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066 When was the Constitution written?

66. When was the Constitution written?

Have you ever worked hard to write a long report or essay and then waited anxiously (or with a lot of worry and stress) to find out whether the teacher would like it? The men who wrote the Constitution (or the country’s most important legal document) must have felt the same way. They worked very hard between May and September of 1787. When they finished, they had a long document that they were very proud of (or that they felt very pleased with), but the Constitution hadn’t yet become a law. First, it would have to be ratified (or approved) by the states.

Only nine of the states needed to ratify the Constitution, but getting all 13 states to ratify it would be important for helping the country to feel unified (or as one whole country made up of many parts). At first, it didn’t look like enough states would ratify it. There was bitter (or very strong and negative) disagreement about the Constitution.

One group of people who were called “Federalists” thought that there were many problems with the Articles of Confederation, which was the legal document that the 13 states had been following. The Federalists believed that adopting the Constitution was the only way to fix the problems that the country was having. The Federalists thought that only the Constitution would be able to help the new country keep its independence (or freedom) from Britain.

Another large group of people known as the “Antifederalists” thought that the Constitution would destroy (or ruin) everything good about America. They thought that the Constitution would centralize the government too much (or make the national government too powerful, with little or no power for the states).

The Federalists and Antifederalists argued with each other for a long time, but eventually (or after a long time) the Constitution was ratified. The first five states ratified it very quickly, between December 1787 and January 1788. The other states took much longer, and the state of Rhode Island didn’t ratify the Constitution until May of 1790. But when all 13 states had finally ratified the Constitution, the whole United States was behind (or supported) the new government.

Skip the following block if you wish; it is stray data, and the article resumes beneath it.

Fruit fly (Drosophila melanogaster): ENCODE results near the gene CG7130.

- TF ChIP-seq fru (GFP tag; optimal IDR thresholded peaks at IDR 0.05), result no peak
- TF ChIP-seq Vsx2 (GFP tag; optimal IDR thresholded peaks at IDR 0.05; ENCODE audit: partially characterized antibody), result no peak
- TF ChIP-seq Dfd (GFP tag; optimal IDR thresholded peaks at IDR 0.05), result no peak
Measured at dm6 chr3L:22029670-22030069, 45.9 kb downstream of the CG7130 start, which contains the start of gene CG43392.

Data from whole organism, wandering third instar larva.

anxiously – with a lot of worry and stress
* The students are waiting anxiously to receive their test results.

proud – very pleased with; very happy that one has done something, or very happy with how well one has done something
* We're very proud of Alina for graduating college with honors.

to ratify – to approve and make into a law
* How long does it take for a Constitutional amendment to be ratified?

unified – as one group; together
* A good way to reduce crime in our neighborhood is to form a group of unified neighbors to watch over each other’s homes.

bitter – having very negative and unhappy feelings
* She had such a bitter experience in that store that she'll never shop there again.

to destroy – to ruin something; to change something so that it can never be used again or so that it no longer functions
* Water came through the roof and destroyed the carpet.

to centralize – to make the national government more powerful than smaller pieces of government within the country; to have many offices and services in a central location instead of spreading them out over a larger area
* Would it be better to centralize our operations and have everyone work in one place, or should we continue to have offices in each state?

eventually – after a long period of time
* At first they didn't like our idea, but eventually, they agreed that we were right.

to be behind (something) – to support something; to think that something is a good idea and do and say things so that it will succeed
* This plan won't work if nobody is behind it.